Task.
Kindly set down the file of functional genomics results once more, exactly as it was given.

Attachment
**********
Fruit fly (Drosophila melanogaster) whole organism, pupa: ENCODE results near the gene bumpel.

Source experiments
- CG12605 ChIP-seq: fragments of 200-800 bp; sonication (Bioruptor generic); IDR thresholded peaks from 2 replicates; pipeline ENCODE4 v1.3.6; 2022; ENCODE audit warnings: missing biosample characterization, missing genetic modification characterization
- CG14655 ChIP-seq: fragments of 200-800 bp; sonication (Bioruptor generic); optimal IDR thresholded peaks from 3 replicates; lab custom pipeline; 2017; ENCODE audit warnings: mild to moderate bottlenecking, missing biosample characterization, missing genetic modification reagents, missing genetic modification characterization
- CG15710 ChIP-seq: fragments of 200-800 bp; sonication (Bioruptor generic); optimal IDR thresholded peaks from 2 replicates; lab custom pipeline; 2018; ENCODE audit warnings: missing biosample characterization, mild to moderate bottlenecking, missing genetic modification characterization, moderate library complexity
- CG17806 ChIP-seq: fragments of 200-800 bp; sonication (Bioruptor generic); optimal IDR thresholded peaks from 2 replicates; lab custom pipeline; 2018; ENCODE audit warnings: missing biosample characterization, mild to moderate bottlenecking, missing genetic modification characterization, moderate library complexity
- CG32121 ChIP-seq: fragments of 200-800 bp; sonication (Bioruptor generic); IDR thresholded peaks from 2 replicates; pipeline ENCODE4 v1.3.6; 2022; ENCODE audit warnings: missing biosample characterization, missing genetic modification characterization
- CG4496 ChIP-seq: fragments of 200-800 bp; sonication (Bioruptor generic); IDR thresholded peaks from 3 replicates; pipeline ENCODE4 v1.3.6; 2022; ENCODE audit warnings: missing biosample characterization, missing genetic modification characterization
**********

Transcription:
Fruit fly (Drosophila melanogaster) whole organism, pupa: ENCODE results near the gene bumpel.

Source experiments
- CG12605 ChIP-seq: fragments of 200-800 bp; sonication (Bioruptor generic); IDR thresholded peaks from 2 replicates; pipeline ENCODE4 v1.3.6; 2022; ENCODE audit warnings: missing biosample characterization, missing genetic modification characterization
- CG14655 ChIP-seq: fragments of 200-800 bp; sonication (Bioruptor generic); optimal IDR thresholded peaks from 3 replicates; lab custom pipeline; 2017; ENCODE audit warnings: mild to moderate bottlenecking, missing biosample characterization, missing genetic modification reagents, missing genetic modification characterization
- CG15710 ChIP-seq: fragments of 200-800 bp; sonication (Bioruptor generic); optimal IDR thresholded peaks from 2 replicates; lab custom pipeline; 2018; ENCODE audit warnings: missing biosample characterization, mild to moderate bottlenecking, missing genetic modification characterization, moderate library complexity
- CG17806 ChIP-seq: fragments of 200-800 bp; sonication (Bioruptor generic); optimal IDR thresholded peaks from 2 replicates; lab custom pipeline; 2018; ENCODE audit warnings: missing biosample characterization, mild to moderate bottlenecking, missing genetic modification characterization, moderate library complexity
- CG32121 ChIP-seq: fragments of 200-800 bp; sonication (Bioruptor generic); IDR thresholded peaks from 2 replicates; pipeline ENCODE4 v1.3.6; 2022; ENCODE audit warnings: missing biosample characterization, missing genetic modification characterization
- CG4496 ChIP-seq: fragments of 200-800 bp; sonication (Bioruptor generic); IDR thresholded peaks from 3 replicates; pipeline ENCODE4 v1.3.6; 2022; ENCODE audit warnings: missing biosample characterization, missing genetic modification characterization